A broad cyberattack featuring a ransomware program that encrypts infected computer files is spreading rapidly from Russia to Europe and the Americas. More than 2,000 computer systems are known to be infected at this point.
The New York Times reports that the attack has infected numerous systems in the Ukraine including radiation monitoring at Chernobyl, several government ministries, and local banks and transit systems. Other companies that were reportedly attacked include the Danish shipping company, Maersk, the American pharmaceutical company, Merck, and Rosneft, a state-owned Russian oil company.
The Times reports that infected computers display a black screen with red text that reads, “Oops, your important files have been encrypted. If you see this text then your files are no longer accessible because they have been encrypted. Perhaps you are busy looking to recover your files but don’t waste your time.”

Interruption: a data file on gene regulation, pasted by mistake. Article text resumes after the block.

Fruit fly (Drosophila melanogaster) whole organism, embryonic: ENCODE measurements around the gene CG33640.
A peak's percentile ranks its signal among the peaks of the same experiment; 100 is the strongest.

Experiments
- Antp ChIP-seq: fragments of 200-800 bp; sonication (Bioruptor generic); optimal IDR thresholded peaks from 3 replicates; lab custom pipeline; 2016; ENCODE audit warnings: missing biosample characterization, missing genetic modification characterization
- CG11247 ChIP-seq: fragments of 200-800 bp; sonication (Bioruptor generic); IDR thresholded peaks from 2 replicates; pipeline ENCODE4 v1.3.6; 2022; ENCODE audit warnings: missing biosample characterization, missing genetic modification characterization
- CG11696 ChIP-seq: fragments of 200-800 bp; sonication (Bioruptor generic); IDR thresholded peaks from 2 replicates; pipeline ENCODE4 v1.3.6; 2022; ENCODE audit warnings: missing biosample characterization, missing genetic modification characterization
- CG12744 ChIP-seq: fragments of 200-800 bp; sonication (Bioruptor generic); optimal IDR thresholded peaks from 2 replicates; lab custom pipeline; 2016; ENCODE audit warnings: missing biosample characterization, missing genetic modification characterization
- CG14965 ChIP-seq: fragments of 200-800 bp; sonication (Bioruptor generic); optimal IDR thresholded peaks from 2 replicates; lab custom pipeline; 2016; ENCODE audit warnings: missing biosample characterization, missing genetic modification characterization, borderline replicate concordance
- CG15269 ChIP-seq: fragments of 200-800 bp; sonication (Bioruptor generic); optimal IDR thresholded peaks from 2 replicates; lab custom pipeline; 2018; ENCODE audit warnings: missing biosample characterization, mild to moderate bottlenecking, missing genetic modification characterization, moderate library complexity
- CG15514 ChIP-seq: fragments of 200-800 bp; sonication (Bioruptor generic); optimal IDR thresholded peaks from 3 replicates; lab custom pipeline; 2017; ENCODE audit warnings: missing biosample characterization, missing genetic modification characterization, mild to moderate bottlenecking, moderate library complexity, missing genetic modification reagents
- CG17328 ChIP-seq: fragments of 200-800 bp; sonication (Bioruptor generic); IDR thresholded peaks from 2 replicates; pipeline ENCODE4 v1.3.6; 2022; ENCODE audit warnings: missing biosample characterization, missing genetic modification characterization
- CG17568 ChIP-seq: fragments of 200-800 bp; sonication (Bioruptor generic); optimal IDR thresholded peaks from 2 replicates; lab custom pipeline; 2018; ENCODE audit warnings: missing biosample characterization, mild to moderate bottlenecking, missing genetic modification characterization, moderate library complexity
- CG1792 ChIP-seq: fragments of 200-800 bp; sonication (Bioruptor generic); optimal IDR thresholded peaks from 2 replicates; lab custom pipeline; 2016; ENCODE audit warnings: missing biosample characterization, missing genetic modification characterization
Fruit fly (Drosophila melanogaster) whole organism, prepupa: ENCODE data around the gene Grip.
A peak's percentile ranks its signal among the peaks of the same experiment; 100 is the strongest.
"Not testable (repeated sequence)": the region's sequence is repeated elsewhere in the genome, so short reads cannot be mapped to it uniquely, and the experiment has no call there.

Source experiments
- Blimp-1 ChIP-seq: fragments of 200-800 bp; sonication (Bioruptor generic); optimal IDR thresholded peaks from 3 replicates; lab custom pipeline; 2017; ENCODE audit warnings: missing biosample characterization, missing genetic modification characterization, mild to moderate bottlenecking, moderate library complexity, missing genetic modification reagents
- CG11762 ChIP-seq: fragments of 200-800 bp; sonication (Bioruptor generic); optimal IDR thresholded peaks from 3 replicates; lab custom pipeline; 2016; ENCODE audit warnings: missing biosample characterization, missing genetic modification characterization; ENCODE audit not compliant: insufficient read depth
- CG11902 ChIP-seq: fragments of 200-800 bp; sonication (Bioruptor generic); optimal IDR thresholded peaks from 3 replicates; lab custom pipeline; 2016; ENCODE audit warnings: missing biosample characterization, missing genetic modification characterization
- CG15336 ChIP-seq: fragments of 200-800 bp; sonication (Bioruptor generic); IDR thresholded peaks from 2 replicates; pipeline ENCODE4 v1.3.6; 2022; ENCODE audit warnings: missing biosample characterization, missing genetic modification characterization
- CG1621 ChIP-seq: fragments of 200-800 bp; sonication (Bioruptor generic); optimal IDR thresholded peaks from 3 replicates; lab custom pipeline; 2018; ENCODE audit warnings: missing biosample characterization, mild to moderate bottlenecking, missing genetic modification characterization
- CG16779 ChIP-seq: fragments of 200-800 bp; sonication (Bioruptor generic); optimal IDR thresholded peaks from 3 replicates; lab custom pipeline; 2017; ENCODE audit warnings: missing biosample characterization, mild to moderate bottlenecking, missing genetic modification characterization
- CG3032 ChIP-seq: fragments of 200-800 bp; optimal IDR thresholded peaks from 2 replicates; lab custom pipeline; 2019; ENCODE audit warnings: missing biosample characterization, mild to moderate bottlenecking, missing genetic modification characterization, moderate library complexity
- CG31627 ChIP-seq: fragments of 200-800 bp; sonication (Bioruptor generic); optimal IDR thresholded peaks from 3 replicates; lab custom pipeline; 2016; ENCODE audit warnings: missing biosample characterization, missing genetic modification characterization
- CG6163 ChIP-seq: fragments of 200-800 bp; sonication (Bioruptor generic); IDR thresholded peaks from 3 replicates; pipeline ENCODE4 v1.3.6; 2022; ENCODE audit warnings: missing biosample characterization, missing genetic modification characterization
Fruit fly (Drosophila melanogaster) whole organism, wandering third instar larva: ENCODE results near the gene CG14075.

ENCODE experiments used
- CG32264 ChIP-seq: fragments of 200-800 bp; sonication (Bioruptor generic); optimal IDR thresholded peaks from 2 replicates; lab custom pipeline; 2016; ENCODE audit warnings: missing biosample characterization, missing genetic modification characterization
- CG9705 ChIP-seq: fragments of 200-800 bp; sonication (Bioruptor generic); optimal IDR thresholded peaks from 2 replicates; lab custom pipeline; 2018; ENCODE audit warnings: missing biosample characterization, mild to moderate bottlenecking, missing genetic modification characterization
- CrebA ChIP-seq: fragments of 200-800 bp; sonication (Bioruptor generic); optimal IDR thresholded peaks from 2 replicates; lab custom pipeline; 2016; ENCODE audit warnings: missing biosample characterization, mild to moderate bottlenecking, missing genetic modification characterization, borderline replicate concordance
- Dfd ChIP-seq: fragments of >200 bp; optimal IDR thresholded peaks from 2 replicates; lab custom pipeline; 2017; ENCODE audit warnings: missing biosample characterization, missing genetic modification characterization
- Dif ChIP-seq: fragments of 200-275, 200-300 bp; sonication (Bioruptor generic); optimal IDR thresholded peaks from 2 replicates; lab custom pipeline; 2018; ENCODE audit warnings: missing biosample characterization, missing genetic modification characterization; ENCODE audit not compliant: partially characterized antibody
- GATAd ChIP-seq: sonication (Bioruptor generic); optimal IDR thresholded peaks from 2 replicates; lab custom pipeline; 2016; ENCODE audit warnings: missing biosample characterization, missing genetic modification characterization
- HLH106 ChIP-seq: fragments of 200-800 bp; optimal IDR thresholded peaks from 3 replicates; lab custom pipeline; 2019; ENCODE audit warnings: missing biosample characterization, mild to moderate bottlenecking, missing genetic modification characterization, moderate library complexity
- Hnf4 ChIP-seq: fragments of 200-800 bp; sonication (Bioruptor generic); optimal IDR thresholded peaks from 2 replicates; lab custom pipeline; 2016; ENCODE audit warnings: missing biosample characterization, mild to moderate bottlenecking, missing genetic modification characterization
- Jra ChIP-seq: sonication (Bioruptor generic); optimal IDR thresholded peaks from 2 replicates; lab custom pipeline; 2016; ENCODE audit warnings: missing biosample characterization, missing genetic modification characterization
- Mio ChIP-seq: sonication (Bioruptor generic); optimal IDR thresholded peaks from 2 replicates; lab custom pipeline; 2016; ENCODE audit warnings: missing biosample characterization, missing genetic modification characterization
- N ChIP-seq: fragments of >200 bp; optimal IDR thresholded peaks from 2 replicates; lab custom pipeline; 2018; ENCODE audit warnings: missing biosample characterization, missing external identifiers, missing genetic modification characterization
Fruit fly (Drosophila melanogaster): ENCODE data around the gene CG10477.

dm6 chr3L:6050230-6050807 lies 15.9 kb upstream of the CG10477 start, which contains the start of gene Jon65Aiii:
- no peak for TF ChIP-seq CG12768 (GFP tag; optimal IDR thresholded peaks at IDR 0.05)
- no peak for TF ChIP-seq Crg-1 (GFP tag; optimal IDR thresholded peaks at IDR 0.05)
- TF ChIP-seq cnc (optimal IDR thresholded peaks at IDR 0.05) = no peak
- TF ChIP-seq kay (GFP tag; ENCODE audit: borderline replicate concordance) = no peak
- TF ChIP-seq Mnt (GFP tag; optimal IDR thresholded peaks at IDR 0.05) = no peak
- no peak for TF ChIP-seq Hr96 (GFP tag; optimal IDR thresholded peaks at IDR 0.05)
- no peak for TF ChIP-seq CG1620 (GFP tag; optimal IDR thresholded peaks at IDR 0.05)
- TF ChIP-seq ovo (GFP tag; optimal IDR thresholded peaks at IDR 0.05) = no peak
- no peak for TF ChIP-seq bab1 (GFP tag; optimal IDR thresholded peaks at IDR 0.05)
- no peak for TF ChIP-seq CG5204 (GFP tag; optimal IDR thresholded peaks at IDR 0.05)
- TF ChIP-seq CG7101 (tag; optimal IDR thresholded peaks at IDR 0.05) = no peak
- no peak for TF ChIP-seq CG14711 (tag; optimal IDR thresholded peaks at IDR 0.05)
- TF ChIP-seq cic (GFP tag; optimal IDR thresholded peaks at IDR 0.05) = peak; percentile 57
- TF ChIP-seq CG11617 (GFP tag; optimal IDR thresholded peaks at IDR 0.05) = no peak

The Kapersky Lab, a cybersecurity firm headquartered in Moscow and own by a British corporation, said that it had tentatively identified the ransomware as a new strain of the Petya computer virus that was compiled on June 18, 2017. Some researchers are calling the new strain “NotPetya” because it is significantly different from the original virus.
NotPetya has the potential to be much more problematic than the WannaCry virus that fizzled earlier this year. According to Forbes, the new virus can even attack Windows systems that have security patches that are up to date. Even computers running Windows 10 are reported to be vulnerable. NotPetya can even extract passwords and use them to spread the infection to other computers.
The source of the NotPetya is unknown, but is presumed to be cybercriminals rather than a state actor. The program demands a ransom payment payable in bitcoin. At least 22 payments have been made, but Forbes reports that the email address set up to provide keys has been shut down by the provider, leaving owners of infected computer systems few options in recovering their files.
NotPetya has yet to run its course. “This is going to be a big one. Real big one,” cybersecurity expert David Kennedy told Forbes.
Originally published on The Resurgent